Ashlee Malleo details ‘breakdown’ before bipolar diagnosis

Ashlee Holmes-Malleo is detailing the “breakdown” that preceded her bipolar II disorder diagnosis last summer.

The “Real Housewives of New Jersey” alum tells Page Six in an emotional, exclusive interview that she spiraled when she found out in a “really horrible” way that her ex-husband, Pete Malleo, had “started seeing someone pretty quickly” after their divorce.

“I was just really hurt and really angry, and it was just bad,” she explains, reiterating that Malleo did not cheat on her despite her previous and admittedly “impulsive” claims on social media.

“I’ve gotten a lot better about being impulsive, probably because I’m on medication now,” she adds.

Ashlee Holmes-Malleo
Ashlee Holmes-Malleo tells Page Six about the “breakdown” that preceded her bipolar II disorder diagnosis.

But Holmes-Malleo, 32, says recalling the “crisis situation,” which “triggered a breakdown,” makes her “want to cry.”

“It was a really dark time for me,” she shares, crediting her mom, former “Housewife” Jacqueline Laurita, with helping her “get through to a psychiatrist through an app.”

Holmes-Malleo “ended up getting a bipolar II diagnosis” and was prescribed medication.

Ashlee Holmes-Malleo and Pete Malleo standing together.
The “RHONJ” alum says she spiraled when ex-husband Pete Malleo “started seeing someone” after their divorce.
Ashlee Holmes-Malleo/Instagram

“It fairly quickly worked for me,” she tells us. “It really helped me.”

After “things calmed down a little,” the professional makeup artist “started seeing a different psychiatrist” who was “a little bit more personable.”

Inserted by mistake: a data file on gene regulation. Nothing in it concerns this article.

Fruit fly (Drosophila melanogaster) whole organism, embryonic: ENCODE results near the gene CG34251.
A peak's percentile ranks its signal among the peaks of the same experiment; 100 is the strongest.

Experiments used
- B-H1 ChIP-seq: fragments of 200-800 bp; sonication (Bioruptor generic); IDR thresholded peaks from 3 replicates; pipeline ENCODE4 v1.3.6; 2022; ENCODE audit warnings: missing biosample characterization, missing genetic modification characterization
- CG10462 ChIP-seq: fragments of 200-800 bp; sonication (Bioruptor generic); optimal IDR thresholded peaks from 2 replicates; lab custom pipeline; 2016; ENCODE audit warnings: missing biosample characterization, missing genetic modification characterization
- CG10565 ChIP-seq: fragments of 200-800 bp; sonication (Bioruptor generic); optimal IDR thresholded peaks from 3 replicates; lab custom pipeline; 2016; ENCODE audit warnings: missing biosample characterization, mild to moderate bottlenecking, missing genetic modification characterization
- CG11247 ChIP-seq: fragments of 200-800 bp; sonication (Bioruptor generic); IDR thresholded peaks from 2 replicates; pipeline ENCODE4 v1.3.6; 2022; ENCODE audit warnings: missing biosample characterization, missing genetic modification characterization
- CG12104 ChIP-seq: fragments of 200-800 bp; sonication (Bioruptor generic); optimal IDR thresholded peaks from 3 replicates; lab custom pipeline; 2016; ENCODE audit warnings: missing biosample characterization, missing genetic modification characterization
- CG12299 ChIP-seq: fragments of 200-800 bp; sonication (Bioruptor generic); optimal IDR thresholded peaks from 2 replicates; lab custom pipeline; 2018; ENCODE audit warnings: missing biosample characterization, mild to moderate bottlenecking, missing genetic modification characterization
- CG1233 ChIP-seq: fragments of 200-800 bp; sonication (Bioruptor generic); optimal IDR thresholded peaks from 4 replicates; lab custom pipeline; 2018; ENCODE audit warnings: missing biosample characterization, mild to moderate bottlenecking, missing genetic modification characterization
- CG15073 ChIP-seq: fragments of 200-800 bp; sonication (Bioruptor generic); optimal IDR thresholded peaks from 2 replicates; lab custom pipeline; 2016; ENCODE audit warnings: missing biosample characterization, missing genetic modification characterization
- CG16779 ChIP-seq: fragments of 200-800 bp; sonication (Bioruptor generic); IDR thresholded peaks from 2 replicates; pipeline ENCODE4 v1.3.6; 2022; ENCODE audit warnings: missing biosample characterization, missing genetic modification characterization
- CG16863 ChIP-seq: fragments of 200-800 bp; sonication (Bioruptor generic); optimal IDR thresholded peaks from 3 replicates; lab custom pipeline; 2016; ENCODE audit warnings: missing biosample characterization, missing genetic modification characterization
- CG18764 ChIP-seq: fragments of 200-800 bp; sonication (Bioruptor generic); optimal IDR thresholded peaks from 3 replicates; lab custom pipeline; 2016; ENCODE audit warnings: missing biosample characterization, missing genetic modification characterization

“Because on the app stuff, it can be kind of quick and informal,” she notes, “and I wanted someone I could really build with.”

Ashlee Holmes-Malleo resting her hand in her chin.
Recalling the “crisis situation” makes her “want to cry.”

At the same time, Holmes-Malleo got a second opinion and was told she “definitely” has bipolar II, which is defined by at least one major depressive episode and at least one hypomanic episode, according to the American Psychiatry Association.

Hypomanic episodes are less severe and do not last as long as manic episodes, which often include increased activity, decreased need for sleep, fast speech and uncontrollable racing thoughts over the course of at least one week.

As Holmes-Malleo began “learning a lot more” about the disorder, she says “a lot of things started to make sense.”

Jacqueline Laurita and Ashlee Holmes-Malleo posing together at "Watch What Happens Live."
Holmes-Malleo credits her mom, Jacqueline Laurita, with helping her “get through to a psychiatrist.”
NBCU Photo Bank/NBCUniversal via Getty Images

Asked whether receiving the diagnosis felt like an “aha moment,” the mother of one admits she kind of always “knew.”

“I just thought I could manage it on my own,” she explains. “So it was cathartic for a professional to tell me.”

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Though she’s “doing good right now,” Holmes-Malleo has tried “little experiments,” including “getting off [her] medication,” which she notes is “a very common thing.”

“People will take their medication, and they’re like, ‘I feel great! I’m fine! I don’t need this!’” she tells us. “And then they try to get off of it, and then it’s like, ‘Whoa, OK, maybe I do.’”

Ashlee Holmes-Malleo holding son Cameron.
Holmes-Malleo says she and her ex, with whom she shares son Cameron, are “in a really good place right now.”

When she takes her medication consistently, Holmes-Malleo shares that she notices a major improvement with her “rapid cycling thoughts,” which she describes as “anxious thoughts on a loop” that often make her “irritable.”

As for her relationship with Malleo, the “RHONJ: Next Gen” hopeful reveals they are “in a really good place right now” as they productively co-parent their 6-year-old son, Cameron.

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